The lawsuit named the state’s Office of Campaign and Political Finance, which administers campaign finance law. The office declined to comment Tuesday. Attorney General Maura Healey’s office, which is expected to defend the state against the lawsuit, also declined to comment.

    Rich Paris, president of Boston Firefighters Local 718, said he had not seen the legal filing, but he dismissed the argument that unions have an unfair advantage on Beacon Hill and in city halls across the state.

    “I wouldn’t say the unions are getting special treatment,” he said. “Come on, these big corporations, they pump millions of dollars into candidates.”

    Corporations are free to make unlimited independent expenditures in Massachusetts campaigns, but they are not allowed to coordinate their activities with political candidates. The plaintiffs in the suit filed Tuesday argue that direct donations are the most effective.

    Pam Wilmot, executive director of good-government group Common Cause Massachusetts, said corporations should face greater restrictions than unions and other political actors, in part because of their ability to amass large sums of cash.

    The country, she said, has long limited “what corporations can do and should do because of the history of them running amok and controlling politics, not just in this century but in previous ones,” she said.

    The state’s ban on direct corporate contributions to political candidates dates, like the federal ban, to 1907 — the heart of the reformist progressive era.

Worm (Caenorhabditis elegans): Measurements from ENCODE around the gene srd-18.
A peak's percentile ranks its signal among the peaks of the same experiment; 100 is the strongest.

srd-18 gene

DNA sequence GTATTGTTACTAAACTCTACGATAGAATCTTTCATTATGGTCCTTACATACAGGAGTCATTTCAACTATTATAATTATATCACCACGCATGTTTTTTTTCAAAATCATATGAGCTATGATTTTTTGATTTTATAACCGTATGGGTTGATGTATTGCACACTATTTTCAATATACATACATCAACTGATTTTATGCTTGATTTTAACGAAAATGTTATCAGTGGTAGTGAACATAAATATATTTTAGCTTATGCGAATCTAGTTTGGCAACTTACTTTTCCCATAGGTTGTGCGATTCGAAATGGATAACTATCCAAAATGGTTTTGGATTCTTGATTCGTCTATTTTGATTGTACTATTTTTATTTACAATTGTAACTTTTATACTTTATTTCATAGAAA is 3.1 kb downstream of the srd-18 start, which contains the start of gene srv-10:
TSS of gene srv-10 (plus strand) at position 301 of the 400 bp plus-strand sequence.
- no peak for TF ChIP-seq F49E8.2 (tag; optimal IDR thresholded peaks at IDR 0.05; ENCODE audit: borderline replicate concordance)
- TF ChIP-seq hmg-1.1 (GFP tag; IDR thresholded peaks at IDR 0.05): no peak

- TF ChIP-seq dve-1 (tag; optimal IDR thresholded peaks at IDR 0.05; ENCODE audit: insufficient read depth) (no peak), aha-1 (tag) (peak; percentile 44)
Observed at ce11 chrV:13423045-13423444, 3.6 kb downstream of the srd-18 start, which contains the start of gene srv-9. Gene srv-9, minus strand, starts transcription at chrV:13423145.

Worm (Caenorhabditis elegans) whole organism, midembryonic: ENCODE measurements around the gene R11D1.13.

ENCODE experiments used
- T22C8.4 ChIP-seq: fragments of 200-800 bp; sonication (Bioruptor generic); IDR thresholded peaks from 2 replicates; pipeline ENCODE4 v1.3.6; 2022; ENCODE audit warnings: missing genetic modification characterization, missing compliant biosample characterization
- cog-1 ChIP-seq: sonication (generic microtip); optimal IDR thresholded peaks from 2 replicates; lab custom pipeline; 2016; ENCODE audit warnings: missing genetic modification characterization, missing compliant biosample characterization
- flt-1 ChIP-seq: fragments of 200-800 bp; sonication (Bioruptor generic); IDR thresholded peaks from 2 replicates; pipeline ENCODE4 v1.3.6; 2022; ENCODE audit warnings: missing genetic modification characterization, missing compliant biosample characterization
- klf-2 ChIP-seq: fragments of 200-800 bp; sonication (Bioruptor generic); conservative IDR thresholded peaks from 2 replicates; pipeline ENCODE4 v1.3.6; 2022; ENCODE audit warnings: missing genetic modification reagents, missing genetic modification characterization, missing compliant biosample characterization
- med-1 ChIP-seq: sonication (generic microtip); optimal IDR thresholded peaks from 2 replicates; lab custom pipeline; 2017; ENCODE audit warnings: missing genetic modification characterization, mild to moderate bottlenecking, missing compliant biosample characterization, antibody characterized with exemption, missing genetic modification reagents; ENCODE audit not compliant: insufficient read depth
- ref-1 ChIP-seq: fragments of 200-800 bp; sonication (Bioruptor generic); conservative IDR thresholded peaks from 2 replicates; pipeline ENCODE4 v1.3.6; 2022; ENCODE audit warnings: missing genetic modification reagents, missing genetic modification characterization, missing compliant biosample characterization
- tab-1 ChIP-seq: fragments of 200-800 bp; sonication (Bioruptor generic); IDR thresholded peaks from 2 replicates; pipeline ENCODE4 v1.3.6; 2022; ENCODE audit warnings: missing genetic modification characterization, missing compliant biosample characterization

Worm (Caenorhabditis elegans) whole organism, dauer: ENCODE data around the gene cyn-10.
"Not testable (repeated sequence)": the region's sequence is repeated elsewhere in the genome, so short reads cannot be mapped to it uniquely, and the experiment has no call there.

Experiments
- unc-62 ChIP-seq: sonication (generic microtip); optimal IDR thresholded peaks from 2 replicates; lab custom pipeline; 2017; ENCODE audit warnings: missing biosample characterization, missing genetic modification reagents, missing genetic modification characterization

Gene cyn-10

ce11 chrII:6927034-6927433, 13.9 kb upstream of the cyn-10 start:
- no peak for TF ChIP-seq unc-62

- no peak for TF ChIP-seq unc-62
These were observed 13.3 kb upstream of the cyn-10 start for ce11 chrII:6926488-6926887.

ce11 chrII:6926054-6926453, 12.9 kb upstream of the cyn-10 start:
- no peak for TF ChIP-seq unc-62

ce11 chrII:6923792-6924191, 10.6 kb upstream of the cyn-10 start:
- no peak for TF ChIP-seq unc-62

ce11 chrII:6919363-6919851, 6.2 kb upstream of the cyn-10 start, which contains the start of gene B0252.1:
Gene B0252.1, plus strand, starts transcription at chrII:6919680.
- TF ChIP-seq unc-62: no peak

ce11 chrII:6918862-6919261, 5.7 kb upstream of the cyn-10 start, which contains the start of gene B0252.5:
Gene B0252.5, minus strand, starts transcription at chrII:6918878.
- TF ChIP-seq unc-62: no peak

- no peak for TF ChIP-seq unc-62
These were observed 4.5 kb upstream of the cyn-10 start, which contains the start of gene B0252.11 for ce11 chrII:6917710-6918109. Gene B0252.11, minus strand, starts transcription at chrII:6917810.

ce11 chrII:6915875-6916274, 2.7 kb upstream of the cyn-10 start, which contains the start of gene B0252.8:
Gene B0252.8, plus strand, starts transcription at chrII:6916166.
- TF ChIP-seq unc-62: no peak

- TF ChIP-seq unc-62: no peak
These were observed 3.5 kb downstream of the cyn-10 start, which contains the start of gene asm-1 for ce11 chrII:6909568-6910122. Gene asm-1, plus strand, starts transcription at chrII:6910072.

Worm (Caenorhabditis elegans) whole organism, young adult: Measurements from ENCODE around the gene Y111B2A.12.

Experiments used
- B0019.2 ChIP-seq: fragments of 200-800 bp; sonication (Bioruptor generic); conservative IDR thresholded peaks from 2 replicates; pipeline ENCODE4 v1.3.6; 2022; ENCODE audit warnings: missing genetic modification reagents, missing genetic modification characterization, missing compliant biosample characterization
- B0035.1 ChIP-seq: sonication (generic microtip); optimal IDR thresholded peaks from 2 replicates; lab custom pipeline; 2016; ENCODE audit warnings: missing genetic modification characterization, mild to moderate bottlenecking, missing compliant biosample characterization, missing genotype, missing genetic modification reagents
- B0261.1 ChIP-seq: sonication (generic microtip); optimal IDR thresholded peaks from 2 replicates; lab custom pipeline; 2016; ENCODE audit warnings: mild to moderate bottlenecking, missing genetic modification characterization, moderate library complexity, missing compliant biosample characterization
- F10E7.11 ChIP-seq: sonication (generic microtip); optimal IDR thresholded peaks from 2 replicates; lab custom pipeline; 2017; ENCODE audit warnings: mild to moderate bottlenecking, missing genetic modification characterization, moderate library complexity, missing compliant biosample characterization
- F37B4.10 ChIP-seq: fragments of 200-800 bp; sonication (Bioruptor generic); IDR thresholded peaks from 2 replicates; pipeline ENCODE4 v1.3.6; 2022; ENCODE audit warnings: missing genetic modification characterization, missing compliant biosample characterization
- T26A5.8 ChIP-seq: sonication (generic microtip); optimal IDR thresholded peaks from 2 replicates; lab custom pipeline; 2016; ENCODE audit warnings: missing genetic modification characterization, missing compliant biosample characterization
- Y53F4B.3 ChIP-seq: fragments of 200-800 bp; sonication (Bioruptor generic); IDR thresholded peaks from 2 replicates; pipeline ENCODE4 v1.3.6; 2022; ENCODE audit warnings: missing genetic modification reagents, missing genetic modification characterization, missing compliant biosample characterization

The state law is silent on unions. But in 1986, the Office of Campaign and Political Finance ruled that unions could spend up to $15,000 per year — even on a single candidate.

    Once they reach the threshold, unions can continue giving, but with stricter limits on contributions.

    The interpretation has long rankled conservatives, who say it gives labor-friendly Democrats an unfair advantage. But the issue came to a head in the Boston mayor’s race in 2013, when eventual victor Martin J. Walsh took in scores of big-money donations from unions in Massachusetts and beyond.

    Manley, of the Goldwater Institute, said the imbalance between union and corporate giving made the Massachusetts law an attractive target for his group.

    The institute, named after former Arizona senator and presidential candidate Barry Goldwater, started as a conservative think tank in 1988. Its litigation wing sprouted eight years ago, and the group’s legal team has nearly doubled in the past year as it has reached for greater national influence.

    The organization is also battling the Federal Aviation Administration over restrictions on private pilots, and fighting the State Bar Association of North Dakota over political spending.

    In 2011, it won a Supreme Court challenge to an Arizona law that provided escalating public campaign funds to candidates squaring off against privately financed opponents.

    David Scharfenberg can be reached at david.scharfen-berg@globe.com. Follow him on Twitter @dscharfGlobe.